Yet, none of these tests have high specificity and are to be interpreted in the setting of other relevant clinical information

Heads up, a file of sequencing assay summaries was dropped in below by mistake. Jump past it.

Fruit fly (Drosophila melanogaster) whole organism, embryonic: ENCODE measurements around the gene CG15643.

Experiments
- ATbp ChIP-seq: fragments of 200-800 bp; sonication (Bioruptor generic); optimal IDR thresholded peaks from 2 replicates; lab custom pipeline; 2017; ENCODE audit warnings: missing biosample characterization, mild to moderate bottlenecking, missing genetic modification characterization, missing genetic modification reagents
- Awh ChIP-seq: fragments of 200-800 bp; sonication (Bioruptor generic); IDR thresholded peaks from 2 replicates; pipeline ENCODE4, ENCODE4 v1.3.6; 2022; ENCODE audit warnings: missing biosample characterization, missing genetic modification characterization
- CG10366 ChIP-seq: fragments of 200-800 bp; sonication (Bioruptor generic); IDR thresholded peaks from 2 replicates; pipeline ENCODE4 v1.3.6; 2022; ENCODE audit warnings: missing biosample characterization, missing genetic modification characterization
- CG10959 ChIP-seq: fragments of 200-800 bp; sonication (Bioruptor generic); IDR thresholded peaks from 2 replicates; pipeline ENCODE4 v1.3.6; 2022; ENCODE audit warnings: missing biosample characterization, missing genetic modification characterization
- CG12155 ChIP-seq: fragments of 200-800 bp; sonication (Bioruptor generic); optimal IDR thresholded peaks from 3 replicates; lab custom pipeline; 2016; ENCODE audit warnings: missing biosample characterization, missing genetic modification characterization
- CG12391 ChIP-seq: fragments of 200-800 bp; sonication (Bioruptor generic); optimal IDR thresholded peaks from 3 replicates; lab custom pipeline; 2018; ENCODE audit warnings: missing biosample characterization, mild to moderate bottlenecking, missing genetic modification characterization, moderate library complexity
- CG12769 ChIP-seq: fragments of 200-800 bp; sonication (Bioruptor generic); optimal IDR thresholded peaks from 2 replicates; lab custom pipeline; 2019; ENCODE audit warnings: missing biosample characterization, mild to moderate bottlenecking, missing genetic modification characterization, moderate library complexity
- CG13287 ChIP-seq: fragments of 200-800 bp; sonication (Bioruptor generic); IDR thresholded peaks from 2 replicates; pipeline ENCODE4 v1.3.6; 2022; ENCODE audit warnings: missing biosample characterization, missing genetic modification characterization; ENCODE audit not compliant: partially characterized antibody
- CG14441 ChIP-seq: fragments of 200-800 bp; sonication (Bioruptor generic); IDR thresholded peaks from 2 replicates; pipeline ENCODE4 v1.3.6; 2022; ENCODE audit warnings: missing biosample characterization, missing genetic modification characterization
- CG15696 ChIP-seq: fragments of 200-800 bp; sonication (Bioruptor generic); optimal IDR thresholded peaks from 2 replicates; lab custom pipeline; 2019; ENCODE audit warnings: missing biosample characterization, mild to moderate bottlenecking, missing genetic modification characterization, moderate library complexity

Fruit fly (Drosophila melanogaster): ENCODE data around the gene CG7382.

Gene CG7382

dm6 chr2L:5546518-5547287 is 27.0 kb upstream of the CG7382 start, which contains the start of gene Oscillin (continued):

Yet, none of these tests have high specificity and are to be interpreted in the setting of other relevant clinical information. for 15% of AIDS-related deaths [12]. Other forms of fungal meningitis are rarer, but also deadly. Antinori reported a case fatality rate of 63.5% due Rabbit polyclonal to RAB14 to meningitis for immunocompetent and 83% for immunocompromised patients [13]. Meningitis cause by has mortality of 90% at 1?year and 100% at 2?years if untreated [14]. CNS infections due to have a 39% case fatality rate [15]. It is not always possible to determine the etiology of meningitis. A study by Sulaiman only identified the etiology in about 32% of cases, while other studies found similar ranges [16C18]. This is likely related to the lack of sensitivity of CSF cultures for non-bacterial pathogens as well as the underutilization of viral molecular and serologic testing [16]. Of course the etiology in any individual case may be influenced by many factors including test availability, geographic region, host, and many others C the main point is that the exact etiology is not always uncovered. Due to the high mortality and morbidity of many types of meningitis, it is critical to obtain a diagnosis or initiate empiric treatment rapidly as soon as possible [1]. S38093 HCl Clinician diagnoses must be informed by historical information such as duration of symptoms, travel and country of origin, host immune capabilities, vaccination status, as well as an understanding of the appropriate diagnostic testing based on the probable epidemiology [1]. This review will focus on the diagnosis of bacterial, mycobacterial, fungal meningitis due to their worse prognosis and need for accurate diagnosis as well as the various diagnostic tests used in these conditions. Given viral meningitis typically is generally associated with relatively good outcomes, PCR testing of viral etiologies will not be a major focus of this review. This is an extensive narrative review. We searched pubmed for meningitis and diagnosis, epidemiology and meningitis, risk factors and meningitis, stem cell transplant and meningitis, organ transplant and meningitis, bacterial meningitis, tuberculosis meningitis, fungal meningitis, histoplasma meningitis, coccidioides meningitis, cryptococcal meningitis, blastomyces meningitis and meningitis to gather data in addition to using material cited in some of the sources found via these searches. Epidemiology Although an estimated 16?million cases of bacterial meningitis occurred worldwide in 2013, S38093 HCl only 4100 cases per year occur in the USA [2,19]. In Western countries the incidence of bacterial meningitis over the past 10C20?years has declined by approximately 3C4% per year and currently is approximately 0.8 cases per 100,000?per year [20]. The rates of bacterial meningitis are significantly higher in many African countries with an incidence of 10C40?per 100,000 persons per year [20]. The most common etiologies in order of frequency are [4,20]. Meningitis due to type B and has decreased over the past 10C20?years, due to vaccination [3,20,21]. Aseptic meningitis is relatively common with an annual incidence of 7.6?per 100,000 adults in the USA [6]. Enteroviruses, herpes simplex virus, varicella zoster virus and West Nile virus are the most common causes of infectious aseptic meningitis, other causes include cytomegalovirus and human immunodeficiency virus (HIV), among others [18,22,23]. Aseptic meningitis can also be caused by non-infectious etiologies such as adverse reaction to medications, chemotherapy, vaccinations or inflammatory diseases [22,23]. In 30C65% of cases of aseptic meningitis, the etiology is not definitively identified [22]. Tuberculosis (TB) meningitis incidence is not known, but likely occurs in about 1C5% of TB cases worldwide [24]. In 2017 WHO estimated S38093 HCl 10?million incident cases of tuberculosis, which would correlate to 100,000C500,000 cases per year of TB meningitis [25]. Worldwide, fungal meningitis causes substantial mortality, particularly among immunocompromised persons [5]. The primary pathogens implicated are estimated 223,100 incident cases of cryptococcal meningitis with 181,100 annual fatalities [12]. Sub-Saharan Africa accounted for 73% of the 223,1000 cases [12]. Meningitis due to is most commonly seen in immunocompromised individuals, especially those with HIV [5,26]. However in high-income countries, 30% of cryptococcal meningitis occurs in apparently immunocompetent individuals, particularly if due to [5]. Meningitis due to typically occurs as a results of dissemination and so is relatively uncommon in hosts with intact immune systems. Meningeal involvement occurs in 33C50% of disseminated coccidioidomycosis and 10C20% of disseminated histoplasmosis [5]. Regional variation in frequency and etiology of meningitis occurs as well. For instance, the meningitis.

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